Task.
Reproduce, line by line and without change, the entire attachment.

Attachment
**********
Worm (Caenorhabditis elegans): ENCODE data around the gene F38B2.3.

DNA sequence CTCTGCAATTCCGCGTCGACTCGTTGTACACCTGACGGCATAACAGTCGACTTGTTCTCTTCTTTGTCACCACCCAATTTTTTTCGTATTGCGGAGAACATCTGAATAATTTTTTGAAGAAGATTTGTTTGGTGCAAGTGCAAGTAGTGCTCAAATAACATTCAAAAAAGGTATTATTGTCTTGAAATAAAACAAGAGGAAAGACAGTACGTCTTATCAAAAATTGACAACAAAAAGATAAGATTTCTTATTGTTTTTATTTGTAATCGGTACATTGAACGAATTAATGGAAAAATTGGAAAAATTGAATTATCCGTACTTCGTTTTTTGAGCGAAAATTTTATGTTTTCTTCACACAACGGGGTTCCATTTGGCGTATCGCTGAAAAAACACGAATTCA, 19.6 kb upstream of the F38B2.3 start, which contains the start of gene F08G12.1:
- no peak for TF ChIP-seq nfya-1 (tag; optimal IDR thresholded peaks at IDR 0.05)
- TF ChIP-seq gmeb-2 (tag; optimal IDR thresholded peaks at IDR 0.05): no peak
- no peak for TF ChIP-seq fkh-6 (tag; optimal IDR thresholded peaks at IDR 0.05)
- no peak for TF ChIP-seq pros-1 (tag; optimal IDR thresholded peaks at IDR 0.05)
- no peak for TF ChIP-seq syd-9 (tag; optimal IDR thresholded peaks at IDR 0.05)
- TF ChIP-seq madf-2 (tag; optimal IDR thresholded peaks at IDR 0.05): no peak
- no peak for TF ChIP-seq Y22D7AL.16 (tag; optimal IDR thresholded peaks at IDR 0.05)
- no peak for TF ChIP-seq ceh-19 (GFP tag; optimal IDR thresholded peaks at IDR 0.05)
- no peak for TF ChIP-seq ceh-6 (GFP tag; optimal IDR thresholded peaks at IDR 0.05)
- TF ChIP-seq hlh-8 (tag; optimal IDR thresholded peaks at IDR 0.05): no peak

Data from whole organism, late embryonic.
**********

Worm (Caenorhabditis elegans): ENCODE data around the gene F38B2.3.

DNA sequence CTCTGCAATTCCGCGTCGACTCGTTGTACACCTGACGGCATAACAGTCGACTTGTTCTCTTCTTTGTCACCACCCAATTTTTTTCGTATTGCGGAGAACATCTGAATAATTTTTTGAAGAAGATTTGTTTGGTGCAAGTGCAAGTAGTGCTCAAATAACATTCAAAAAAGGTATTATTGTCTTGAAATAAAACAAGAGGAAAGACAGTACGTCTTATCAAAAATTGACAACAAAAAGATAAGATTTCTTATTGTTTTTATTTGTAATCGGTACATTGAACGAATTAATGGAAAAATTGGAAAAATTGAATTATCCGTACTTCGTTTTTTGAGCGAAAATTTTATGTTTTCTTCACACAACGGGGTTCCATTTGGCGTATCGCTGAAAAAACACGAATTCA, 19.6 kb upstream of the F38B2.3 start, which contains the start of gene F08G12.1:
- no peak for TF ChIP-seq nfya-1 (tag; optimal IDR thresholded peaks at IDR 0.05)
- TF ChIP-seq gmeb-2 (tag; optimal IDR thresholded peaks at IDR 0.05): no peak
- no peak for TF ChIP-seq fkh-6 (tag; optimal IDR thresholded peaks at IDR 0.05)
- no peak for TF ChIP-seq pros-1 (tag; optimal IDR thresholded peaks at IDR 0.05)
- no peak for TF ChIP-seq syd-9 (tag; optimal IDR thresholded peaks at IDR 0.05)
- TF ChIP-seq madf-2 (tag; optimal IDR thresholded peaks at IDR 0.05): no peak
- no peak for TF ChIP-seq Y22D7AL.16 (tag; optimal IDR thresholded peaks at IDR 0.05)
- no peak for TF ChIP-seq ceh-19 (GFP tag; optimal IDR thresholded peaks at IDR 0.05)
- no peak for TF ChIP-seq ceh-6 (GFP tag; optimal IDR thresholded peaks at IDR 0.05)
- TF ChIP-seq hlh-8 (tag; optimal IDR thresholded peaks at IDR 0.05): no peak

Data from whole organism, late embryonic.